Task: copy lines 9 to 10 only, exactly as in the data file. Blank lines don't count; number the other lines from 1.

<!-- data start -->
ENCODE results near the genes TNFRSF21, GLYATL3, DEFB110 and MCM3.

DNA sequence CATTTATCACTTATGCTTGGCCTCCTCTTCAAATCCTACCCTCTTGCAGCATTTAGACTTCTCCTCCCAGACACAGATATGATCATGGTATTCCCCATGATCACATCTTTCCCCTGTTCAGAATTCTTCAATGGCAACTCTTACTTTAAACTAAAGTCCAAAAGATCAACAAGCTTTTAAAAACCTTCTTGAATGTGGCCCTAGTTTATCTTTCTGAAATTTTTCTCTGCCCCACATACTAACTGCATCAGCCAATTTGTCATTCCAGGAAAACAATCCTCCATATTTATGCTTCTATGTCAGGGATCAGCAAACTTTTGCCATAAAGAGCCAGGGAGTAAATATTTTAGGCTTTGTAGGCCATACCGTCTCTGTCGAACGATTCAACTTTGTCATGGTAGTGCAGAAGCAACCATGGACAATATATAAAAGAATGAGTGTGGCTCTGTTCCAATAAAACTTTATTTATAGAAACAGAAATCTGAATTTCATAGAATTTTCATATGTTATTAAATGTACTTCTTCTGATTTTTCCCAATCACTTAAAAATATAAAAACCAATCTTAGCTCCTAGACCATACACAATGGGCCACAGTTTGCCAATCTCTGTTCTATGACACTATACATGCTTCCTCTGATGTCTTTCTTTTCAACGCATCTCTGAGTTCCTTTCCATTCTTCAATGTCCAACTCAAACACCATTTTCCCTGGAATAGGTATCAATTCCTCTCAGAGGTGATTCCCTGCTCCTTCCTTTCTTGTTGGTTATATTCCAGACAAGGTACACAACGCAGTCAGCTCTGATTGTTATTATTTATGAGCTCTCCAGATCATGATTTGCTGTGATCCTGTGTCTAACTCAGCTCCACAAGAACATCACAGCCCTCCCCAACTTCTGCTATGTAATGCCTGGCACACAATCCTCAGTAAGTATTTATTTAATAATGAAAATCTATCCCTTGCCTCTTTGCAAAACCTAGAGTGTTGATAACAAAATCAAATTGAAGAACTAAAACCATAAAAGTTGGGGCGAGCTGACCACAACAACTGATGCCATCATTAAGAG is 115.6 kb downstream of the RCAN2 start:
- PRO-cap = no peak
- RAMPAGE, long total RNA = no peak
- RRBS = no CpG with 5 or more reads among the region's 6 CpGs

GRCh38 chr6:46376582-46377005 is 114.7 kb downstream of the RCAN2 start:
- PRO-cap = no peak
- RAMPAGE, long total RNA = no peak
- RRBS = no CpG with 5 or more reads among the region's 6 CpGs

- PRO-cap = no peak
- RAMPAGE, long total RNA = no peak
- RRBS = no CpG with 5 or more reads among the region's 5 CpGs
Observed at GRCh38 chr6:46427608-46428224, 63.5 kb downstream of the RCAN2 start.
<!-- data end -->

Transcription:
- RRBS = no CpG with 5 or more reads among the region's 6 CpGs

- PRO-cap = no peak